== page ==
The state will consider a remote seller to have “nexus” in Pennsylvania, if the remote seller is linked to websites of sellers physically in the state, or if the remote sellers’ affiliates or contractors provide delivery, repair or support services within the state.
DelBianco said the policy is also “blatantly discriminatory” against online publishers, because it specifically identifies website advertising as providing grounds for nexus, but not advertising in Pennsylvania-based newspapers and television or radio stations.
Elizabeth Brassell, spokeswoman for the state Department of Revenue, said the examples given in the new policy were meant to be “including but not limited to” website advertising, but print ads and other forms of direct promotions within the state also would qualify as nexus.
“Those are the answers to the most common questions we have been getting, most of which have to do with e-commerce,” she said.
Companies whose business activities establish nexus in Pennsylvania must become licensed to collect sales tax as soon as possible, but no later than by Feb. 1.
Failure to register with the state could result in tax assessments, audits and leans, with the potential of referring the case to the state attorney general for prosecution. In cases where companies with nexus blatantly disregard the obligation to begin collecting sales tax, the department has the statutory authority to look back at least three years for audit and assessment purposes.
The business community in the state has applauded the new policy.
“This is a major step forward by Pennsylvania to bring online-only retailers in-line and into compliance with the law, and with current practices adhered to by brick-and-mortar retailers,” said Brian Rider, president and CEO of the Pennsylvania Retailers’ Association, a trade association.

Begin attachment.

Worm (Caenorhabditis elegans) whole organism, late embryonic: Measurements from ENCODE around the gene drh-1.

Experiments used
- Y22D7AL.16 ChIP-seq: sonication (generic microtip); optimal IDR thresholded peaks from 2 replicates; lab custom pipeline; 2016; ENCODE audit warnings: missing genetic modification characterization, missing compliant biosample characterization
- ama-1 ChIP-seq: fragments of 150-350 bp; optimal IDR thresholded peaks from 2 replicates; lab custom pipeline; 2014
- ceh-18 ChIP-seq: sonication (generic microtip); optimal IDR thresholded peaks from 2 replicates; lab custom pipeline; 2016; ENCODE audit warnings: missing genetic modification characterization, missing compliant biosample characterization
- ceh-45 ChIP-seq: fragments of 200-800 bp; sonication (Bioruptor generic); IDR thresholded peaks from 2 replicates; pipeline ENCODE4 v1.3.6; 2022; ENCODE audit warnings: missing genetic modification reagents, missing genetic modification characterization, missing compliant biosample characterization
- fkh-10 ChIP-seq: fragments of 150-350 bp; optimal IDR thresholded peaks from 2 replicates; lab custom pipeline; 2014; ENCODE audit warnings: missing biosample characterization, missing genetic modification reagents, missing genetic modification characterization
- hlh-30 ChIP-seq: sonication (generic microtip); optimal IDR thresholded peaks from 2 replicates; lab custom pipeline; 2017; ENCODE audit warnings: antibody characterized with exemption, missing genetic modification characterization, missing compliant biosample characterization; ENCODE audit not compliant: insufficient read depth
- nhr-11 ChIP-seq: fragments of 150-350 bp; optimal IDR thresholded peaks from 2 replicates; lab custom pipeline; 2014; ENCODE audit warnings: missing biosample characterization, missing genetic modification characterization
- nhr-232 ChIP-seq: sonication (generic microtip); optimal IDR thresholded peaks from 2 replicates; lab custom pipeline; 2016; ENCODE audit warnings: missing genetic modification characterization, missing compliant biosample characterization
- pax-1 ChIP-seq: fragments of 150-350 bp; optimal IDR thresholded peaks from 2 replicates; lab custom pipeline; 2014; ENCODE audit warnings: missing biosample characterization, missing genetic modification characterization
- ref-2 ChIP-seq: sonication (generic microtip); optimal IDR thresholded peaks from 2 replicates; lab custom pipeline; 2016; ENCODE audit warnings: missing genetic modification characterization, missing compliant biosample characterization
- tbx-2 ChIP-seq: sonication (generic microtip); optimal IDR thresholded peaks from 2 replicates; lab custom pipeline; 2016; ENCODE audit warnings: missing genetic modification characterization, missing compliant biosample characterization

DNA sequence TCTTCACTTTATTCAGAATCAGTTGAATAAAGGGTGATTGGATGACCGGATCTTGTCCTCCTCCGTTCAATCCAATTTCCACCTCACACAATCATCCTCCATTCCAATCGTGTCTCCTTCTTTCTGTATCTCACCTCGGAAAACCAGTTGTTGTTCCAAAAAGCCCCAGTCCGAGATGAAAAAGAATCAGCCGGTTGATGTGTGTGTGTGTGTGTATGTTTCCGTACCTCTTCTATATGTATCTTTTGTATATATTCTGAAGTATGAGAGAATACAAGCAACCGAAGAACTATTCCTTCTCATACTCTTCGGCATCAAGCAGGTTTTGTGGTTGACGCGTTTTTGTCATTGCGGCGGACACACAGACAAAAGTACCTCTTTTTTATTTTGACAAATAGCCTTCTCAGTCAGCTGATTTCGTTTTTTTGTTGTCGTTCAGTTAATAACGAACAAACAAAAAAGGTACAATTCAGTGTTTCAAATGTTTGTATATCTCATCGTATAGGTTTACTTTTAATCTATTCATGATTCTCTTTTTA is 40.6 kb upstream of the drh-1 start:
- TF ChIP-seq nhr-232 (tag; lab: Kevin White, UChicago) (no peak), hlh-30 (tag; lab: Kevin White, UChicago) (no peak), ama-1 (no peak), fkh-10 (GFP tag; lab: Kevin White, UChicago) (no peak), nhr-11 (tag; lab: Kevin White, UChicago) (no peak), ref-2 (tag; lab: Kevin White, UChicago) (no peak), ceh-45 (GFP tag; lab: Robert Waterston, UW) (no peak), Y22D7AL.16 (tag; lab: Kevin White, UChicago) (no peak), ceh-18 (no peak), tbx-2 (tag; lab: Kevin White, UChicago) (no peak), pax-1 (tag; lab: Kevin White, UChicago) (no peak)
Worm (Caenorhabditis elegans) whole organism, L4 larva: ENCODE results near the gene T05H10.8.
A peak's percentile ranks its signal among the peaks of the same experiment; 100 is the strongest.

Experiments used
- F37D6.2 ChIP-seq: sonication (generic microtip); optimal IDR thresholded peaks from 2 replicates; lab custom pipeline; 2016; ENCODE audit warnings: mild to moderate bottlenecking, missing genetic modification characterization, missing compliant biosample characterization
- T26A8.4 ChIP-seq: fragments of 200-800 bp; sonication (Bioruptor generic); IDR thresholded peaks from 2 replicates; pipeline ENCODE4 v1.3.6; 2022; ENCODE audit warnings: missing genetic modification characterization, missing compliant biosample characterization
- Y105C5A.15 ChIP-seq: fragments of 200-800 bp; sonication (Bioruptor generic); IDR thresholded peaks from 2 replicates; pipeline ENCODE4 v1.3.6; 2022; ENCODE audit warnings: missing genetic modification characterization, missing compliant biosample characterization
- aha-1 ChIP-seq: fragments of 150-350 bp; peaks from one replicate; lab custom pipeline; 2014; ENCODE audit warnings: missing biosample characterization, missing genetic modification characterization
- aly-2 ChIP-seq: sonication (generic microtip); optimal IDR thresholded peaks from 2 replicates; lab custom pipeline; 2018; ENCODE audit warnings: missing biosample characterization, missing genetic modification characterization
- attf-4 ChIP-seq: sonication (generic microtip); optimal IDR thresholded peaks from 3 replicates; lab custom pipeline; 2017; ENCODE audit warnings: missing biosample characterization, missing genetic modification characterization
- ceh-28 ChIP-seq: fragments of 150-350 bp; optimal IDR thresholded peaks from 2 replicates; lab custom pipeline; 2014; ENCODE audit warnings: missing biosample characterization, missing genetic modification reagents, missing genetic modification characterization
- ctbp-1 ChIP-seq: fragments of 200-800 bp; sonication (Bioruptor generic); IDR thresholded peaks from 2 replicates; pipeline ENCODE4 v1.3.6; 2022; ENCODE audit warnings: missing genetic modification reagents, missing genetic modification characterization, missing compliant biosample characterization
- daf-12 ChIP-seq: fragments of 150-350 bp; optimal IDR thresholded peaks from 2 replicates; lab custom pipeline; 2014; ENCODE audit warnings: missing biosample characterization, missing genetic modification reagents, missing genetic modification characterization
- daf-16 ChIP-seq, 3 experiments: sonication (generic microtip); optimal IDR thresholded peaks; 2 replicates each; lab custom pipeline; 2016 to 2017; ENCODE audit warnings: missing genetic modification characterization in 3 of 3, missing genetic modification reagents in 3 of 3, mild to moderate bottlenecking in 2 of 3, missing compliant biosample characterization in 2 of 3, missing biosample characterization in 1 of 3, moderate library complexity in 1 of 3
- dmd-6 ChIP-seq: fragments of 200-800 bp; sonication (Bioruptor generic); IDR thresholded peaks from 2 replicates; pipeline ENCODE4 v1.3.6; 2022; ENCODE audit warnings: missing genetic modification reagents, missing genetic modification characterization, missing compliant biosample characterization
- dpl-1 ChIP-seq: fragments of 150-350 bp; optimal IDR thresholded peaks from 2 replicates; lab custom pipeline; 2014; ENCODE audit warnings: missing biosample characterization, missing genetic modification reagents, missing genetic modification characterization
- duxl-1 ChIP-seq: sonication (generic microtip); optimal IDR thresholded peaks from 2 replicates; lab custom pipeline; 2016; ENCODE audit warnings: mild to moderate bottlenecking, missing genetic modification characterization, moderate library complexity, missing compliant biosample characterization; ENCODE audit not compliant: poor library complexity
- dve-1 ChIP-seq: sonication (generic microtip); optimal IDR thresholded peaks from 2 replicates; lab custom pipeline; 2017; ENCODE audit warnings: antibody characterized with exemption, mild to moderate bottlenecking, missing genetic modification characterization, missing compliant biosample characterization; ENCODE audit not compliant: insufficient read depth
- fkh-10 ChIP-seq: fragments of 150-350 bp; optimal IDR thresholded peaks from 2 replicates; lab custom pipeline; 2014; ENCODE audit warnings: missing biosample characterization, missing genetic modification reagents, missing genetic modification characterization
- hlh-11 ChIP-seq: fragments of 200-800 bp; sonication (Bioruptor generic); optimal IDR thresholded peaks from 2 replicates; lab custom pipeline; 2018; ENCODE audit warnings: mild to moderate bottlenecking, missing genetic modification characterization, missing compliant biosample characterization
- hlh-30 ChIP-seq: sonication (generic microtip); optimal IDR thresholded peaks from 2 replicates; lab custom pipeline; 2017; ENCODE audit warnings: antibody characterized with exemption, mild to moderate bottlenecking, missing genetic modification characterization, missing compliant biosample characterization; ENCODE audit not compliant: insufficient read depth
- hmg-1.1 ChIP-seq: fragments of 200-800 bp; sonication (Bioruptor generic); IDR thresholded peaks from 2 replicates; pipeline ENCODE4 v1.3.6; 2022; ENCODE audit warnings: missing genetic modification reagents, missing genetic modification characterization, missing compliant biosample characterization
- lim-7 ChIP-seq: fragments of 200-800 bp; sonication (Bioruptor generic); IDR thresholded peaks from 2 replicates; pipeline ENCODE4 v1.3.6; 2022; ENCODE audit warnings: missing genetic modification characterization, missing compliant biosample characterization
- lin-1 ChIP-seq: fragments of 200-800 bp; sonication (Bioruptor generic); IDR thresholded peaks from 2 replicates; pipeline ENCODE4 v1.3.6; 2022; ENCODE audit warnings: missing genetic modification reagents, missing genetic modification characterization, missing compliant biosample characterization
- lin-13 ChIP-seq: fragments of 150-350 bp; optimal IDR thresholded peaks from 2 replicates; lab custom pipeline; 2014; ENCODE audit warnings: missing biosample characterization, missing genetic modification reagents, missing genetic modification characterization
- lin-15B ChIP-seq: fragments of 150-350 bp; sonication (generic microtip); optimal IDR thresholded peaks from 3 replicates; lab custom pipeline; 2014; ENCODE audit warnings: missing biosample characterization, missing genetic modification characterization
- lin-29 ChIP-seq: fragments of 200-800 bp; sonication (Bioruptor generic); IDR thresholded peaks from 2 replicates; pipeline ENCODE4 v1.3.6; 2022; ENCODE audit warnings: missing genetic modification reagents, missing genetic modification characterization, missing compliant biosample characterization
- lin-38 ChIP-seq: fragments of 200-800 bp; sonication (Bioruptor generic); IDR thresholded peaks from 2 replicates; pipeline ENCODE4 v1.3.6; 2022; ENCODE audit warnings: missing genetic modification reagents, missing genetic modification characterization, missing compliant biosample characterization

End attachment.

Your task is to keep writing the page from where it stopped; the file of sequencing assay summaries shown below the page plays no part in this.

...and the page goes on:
Large online retailers, such as, get around the nexus requirement by establishing warehouses and distribution centers as independent firms and licensing with them to do business. The online sales giant has several distribution centers in Pennsylvania, but it does not remit sales tax to the state.
Amazon has negotiated deals with Tennessee and California to begin collecting taxes from sales made in those states, but in other cases — most notably in New York and Illinois — the online sales giant has severed its relationship with contractors and affiliates to avoid paying taxes.
Amazon did not return calls seeking comment, but the company supports a congressional solution to the out-of-state sales tax issue.
“Congress — and only Congress — may, should and feasibly can authorize the states to require out-of-state sellers to collect the sales tax already owed,” said Paul Misener, Amazon’s vice president for Global Public Policy, told a congressional committee last week, according to written testimony.
On the same day that the department announced the new sales tax policy, state tax returns for November were made public, showing that Pennsylvanian has collected more than $708 million in sales taxes this fiscal year, which began in July. 
Those collections are $18.9 million below the state’s estimate for the fiscal year.